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What Can Pregnancy Tell Us About Disease?

Teresa Crawford


On today's program: The NHL looks to restart the 2019-20 season with revised playoffs; pregnancy could offer insights into future health outcomes for moms and babies; the race for Pennsylvania’s 19th state House district heats up; and the “gig workers” of academia worry for their jobs. 

Pittsburgh Penguins get ready to hit the ice after pandemic hiatus
(00:00 — 3:34)

After most sports teams in the U.S. took a brief pause amid the coronavirus pandemic, the NHL is gearing up to resume play.  However, it will not finish out the regular season. Instead it will hold a 24-team playoff format.

Games will look a little different than usual, saysRob Rossi, who covers local hockey forThe Athletic. For one thing, fans will not be allowed in arenas, at least to start. 

Rossi tells The Confluence that the league couldn’t afford to just scrap this season and start anew in the fall.

“The revenue that the league would lose from not holding a Stanley Cup playoff—even one that wouldn’t have fans in the building—that would be more revenue lost which would impact the overall revenue for the 2019-2020 season,” he says.

Completion of the season is also tied to some local television contracts (though none in Pittsburgh) and player salaries.

Unlike other sports, most of the NHL’s money comes from gate revenue, Rossi says.

“So any money they can make up for losing the gate revenue from the Stanley Cup playoffs in addition to the final—for some teams—six home regular season games, that would be significant.”

The playoffs will not begin before July, and the Penguins will take on the Montreal Canadians in a best-of-five games qualifying round.

Data collected during gestation could unlock future health outcomes
(3:36 — 9:29)

Health care professionals have been attempting to predict health outcomes for decades using family history, existing risk factors and genetic information as it became available.Dr. Yoel Sadovsky, director of theMagee-Womens Research Institute, wants to use big data to make those predictions even sooner—before babies are born.

Sadovsky says that pregnancy is a great test case for using data to analyze for disease markers, in part, because of the regular testing and medical checkups both mothers and babies receive.

“The period of pregnancy—the nine months of pregnancy—is truly unique from the point of view of a convergence of data from maternal exposure influences, fetal growth, environmental exposures,” he tells The Confluence. “It’s a very special time where convergence of those influences can truly shape disease risk, health, and hopefully life-long wellness.”

Their approach, called deep phenotyping, combines traditional strategies in digital health data, like clinical laboratory tests, with subjective data, like mothers’ stress levels, and mathematical and statistical models to predict disease.

“Our idea is if we can integrate patients’ subjective information and feelings along with health care, along with biotechnology and “big data,” can we actually build a phenotype that cannot only indicate to us the health of the current pregnancy but also what is the trajectory for the mother, for the infant who is going to be the product of this pregnancy,” he says.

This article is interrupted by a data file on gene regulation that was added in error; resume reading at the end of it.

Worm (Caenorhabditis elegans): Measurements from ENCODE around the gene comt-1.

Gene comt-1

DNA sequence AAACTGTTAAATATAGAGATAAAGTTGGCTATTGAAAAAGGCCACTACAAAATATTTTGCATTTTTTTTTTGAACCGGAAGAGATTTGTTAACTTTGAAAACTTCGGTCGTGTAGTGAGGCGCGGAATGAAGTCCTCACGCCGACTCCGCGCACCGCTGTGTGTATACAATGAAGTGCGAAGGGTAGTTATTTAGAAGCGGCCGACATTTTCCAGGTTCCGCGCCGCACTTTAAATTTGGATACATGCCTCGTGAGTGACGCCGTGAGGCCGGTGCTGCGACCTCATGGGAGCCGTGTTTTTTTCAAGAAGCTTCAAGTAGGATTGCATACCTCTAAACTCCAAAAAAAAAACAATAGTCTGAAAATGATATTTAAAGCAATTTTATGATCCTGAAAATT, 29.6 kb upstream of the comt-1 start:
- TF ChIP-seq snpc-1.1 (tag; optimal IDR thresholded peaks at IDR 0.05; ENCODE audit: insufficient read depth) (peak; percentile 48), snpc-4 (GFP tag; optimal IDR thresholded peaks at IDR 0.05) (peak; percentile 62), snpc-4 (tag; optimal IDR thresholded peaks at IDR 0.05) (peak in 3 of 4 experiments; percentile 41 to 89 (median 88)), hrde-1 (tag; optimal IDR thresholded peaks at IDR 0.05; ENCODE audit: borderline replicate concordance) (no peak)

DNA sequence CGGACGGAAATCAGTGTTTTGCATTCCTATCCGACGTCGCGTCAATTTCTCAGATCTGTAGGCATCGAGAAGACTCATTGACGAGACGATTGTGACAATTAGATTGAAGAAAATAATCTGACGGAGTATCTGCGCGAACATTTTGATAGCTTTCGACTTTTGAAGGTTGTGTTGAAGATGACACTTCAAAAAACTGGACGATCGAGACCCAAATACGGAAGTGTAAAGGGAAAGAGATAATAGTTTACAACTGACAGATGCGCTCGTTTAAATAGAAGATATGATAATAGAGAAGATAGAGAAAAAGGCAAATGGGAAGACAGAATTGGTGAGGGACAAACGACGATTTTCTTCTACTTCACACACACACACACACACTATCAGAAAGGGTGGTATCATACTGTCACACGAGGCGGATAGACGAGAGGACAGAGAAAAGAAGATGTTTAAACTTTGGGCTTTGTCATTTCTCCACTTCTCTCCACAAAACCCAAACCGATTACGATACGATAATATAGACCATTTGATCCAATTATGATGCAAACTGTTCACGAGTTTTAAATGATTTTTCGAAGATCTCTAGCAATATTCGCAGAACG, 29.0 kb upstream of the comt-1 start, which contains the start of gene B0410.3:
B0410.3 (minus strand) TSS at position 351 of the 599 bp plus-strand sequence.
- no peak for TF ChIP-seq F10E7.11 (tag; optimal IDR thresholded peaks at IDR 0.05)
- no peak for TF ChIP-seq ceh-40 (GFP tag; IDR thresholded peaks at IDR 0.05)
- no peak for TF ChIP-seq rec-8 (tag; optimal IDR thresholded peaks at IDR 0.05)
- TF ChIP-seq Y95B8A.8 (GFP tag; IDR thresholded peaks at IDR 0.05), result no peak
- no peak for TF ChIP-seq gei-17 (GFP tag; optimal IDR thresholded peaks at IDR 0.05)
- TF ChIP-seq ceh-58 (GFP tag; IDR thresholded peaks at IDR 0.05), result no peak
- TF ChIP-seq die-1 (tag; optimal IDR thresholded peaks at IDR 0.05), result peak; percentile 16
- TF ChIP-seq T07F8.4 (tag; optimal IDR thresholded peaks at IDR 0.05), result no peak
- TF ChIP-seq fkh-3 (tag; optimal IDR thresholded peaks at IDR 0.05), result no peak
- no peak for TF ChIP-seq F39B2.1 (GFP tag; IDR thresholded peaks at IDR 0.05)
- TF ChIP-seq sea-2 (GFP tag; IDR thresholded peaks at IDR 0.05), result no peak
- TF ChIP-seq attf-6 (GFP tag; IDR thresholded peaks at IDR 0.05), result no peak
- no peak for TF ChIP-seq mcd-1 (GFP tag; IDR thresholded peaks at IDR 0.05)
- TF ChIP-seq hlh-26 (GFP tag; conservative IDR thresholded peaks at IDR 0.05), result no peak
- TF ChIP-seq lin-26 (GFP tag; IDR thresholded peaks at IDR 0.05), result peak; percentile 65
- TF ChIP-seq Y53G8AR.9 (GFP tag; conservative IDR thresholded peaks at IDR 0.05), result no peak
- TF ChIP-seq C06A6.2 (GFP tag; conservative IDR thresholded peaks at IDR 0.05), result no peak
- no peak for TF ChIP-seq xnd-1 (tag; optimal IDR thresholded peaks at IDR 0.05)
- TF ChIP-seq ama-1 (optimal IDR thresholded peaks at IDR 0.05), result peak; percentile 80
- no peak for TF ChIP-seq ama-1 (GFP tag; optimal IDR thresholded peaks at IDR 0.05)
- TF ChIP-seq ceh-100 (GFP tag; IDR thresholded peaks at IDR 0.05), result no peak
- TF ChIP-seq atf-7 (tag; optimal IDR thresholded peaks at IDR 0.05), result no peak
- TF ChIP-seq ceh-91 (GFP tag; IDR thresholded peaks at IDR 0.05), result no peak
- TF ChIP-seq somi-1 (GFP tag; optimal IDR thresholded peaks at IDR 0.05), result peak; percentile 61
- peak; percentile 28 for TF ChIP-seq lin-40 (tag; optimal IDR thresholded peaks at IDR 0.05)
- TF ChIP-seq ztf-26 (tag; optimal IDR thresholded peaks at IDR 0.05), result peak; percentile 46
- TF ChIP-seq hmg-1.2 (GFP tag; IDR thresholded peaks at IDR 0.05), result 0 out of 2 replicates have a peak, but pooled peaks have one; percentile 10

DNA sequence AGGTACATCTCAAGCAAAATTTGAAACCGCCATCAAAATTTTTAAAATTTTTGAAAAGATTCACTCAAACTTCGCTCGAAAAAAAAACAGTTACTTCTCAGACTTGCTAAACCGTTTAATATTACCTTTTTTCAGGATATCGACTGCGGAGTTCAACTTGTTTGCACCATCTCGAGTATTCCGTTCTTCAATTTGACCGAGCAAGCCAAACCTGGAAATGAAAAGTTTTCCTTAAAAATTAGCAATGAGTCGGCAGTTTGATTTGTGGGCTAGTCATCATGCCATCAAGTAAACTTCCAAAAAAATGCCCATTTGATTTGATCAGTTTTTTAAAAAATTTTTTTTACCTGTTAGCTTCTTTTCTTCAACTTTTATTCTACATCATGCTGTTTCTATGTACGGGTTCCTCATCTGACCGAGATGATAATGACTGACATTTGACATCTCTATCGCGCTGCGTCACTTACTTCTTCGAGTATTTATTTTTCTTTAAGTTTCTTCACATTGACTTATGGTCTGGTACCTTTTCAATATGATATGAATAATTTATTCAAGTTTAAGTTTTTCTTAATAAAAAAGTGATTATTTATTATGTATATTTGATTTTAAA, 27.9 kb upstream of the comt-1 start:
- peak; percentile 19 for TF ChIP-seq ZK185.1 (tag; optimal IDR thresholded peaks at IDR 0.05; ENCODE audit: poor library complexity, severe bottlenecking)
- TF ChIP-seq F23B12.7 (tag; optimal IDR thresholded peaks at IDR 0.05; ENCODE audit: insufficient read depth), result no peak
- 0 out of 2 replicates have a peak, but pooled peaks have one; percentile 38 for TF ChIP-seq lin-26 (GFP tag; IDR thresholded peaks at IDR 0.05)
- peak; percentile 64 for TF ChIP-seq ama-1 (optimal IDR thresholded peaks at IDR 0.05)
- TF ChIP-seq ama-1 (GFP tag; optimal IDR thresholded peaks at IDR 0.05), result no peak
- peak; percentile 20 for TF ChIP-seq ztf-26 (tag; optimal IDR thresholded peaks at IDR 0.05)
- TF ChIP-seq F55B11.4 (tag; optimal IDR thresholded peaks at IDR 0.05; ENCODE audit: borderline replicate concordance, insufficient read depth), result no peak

Sadovsky co-wrote a piece about this work in Science Translational Medicine this spring. Find more informationhere

Old rivals face off in 19th state House District primary
(9:31 — 13:28)

Pennsylvania primary elections were moved to June second because of COVID-19, but 90.5 WESA’s Ariel Worthy reports that while many other things have changed this election season, voters will have a familiar choice in the 19th state House district.

Longtime incumbent Jake Wheatley faces Aerion Abney, a repeat challenger.

Adjunct professors fear losing livelihood
(13:30 — 18:11)

Universities and colleges which halted in-person classes in March are now planning what their fall semesters will involve. No one knows how many campuses will be openl, or how many students will show up. That uncertainty has huge financial implications for universities and their staff.

Keystone Crossroads reporter Avi Wolfman-Arent profiles the so-called academic “gig workers” who are stuck in limbo.

 The Confluence, where the news comes together, is 90.5 WESA’s daily news program. Tune in weekdays at 9 a.m. to hear newsmakers and innovators take an in-depth look at stories important to the Pittsburgh region. Find more episodes of The Confluence here or wherever you get your podcasts.

Kevin Gavin is the host of WESA's news interview program "The Confluence." He is a native Pittsburgher and served as news director for 90.5 WDUQ for 34 years. Since the sale of the radio station by Duquesne University to Pittsburgh EPM, Inc. (now Pittsburgh Community Broadcasting Corp.), he served as Executive Producer of Special News Projects prior to being named as host of "The Confluence" five years ago. kgavin@wesa.fm
Julia Zenkevich is a general assignment reporter for 90.5 WESA. She first joined the station as a production assistant on The Confluence, and more recently served as a fill-in producer for The Confluence and Morning Edition. She’s a life-long Pittsburgher, and attended the University of Pittsburgh. She can be reached at jzenkevich@wesa.fm.
Megan Harris is a writer, editor, photographer and curator for Pittsburgh's NPR News station. She leads editorial coverage for The Confluence, 90.5 WESA's live, one-hour, daily morning news show.
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